Google and the Educational Market - What's Next?
The New York Times article How Google Took Over the Classroom describes the success Google has had in convincing schools to adopt the Chromebook and Google applications at the expense of Microsoft and Apple. The article's point is that a lot of Google's success is due to Google's marketing which tends to be "bottom-up" with its focus on working directly with teachers to generate both classroom adoption and demand; this is distinguished from from working through more cumbersome "official" district level channels.
This reminds me a bit of how pharmaceutical companies advertise directly to consumers on network television with their "Ask your doctor about…" call-to-action tagline.
As the article points out, this action by Google helps bypass the schools' centralized purchasing system's ability to negotiate the specifics of what data Google collects about individual students and what Google does with these data.
I don't get a sense from the article that school systems are ever provided with in-depth information about what specifically Google does with the data. Were I Google, the ability to track behavior over time for individuals as they mature would be an almost irresistible benefit. One reason is that this would give Google a potential insight into difficulties that some students might have adapting to the real-world mix of systems and applications they will face in college and the working world. Longitudinal data on individuals over time would seem especially valuable as a source of insight into overcoming transition difficulties associated with variations across systems in file management, tagging and labeling, search, and accessibility of still-important "legacy" applications.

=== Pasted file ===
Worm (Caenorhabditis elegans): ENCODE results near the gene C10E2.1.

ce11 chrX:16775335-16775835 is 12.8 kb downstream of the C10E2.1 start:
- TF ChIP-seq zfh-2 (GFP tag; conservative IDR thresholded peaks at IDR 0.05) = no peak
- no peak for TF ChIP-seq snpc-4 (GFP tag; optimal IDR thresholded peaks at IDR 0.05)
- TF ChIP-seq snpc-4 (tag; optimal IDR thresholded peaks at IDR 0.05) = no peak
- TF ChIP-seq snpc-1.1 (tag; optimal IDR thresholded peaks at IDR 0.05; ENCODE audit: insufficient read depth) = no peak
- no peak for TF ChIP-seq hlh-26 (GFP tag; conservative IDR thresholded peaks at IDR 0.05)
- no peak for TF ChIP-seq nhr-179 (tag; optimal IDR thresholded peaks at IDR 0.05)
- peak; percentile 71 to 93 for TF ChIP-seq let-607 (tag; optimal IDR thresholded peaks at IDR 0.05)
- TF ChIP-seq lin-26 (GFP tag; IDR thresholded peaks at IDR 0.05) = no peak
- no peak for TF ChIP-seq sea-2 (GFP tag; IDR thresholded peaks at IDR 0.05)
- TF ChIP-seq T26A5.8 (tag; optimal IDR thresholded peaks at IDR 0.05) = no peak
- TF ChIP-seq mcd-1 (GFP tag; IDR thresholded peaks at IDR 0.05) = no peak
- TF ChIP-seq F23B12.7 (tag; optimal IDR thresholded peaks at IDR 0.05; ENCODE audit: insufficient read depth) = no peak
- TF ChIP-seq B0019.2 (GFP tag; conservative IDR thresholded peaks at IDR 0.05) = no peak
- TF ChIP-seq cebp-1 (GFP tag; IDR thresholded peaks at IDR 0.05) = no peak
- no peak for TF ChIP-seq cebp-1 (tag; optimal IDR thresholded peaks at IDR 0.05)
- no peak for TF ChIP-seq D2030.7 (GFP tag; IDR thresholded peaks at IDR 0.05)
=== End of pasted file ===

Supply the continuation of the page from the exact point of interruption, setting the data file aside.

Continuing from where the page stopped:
Note that I've never been an "all my eggs in one basket" type of computer user. While my core computer is a MacBook Pro I also used Windows 10, a Chrome OS machine, and an Ubuntu Linux machine on a regular basis. I use Google services across all these devices and on my mobile devices as well. I'm definitely not "anti-Google."
Still, I don't really know what happens to my own data even when I use Google's "delete history" features. Is my history really deleted?
I also have questions about Google's performance as a marketing company. The money it makes from its advertising business has enabled it to try out a lot of good and bad ideas over the years. Some of these ideas might not have been tolerated by companies that have a more disciplined or profit sensitive approach to new product development. Would Google have been able to sustain its push into the educational market without its advertising dollar cushion? What happens to Google's educational efforts (and its pricing) if the cushion dries up?
Your guess is as good as mine; what do you think?
Copyright (c) 2017 by Dennis D. McDonald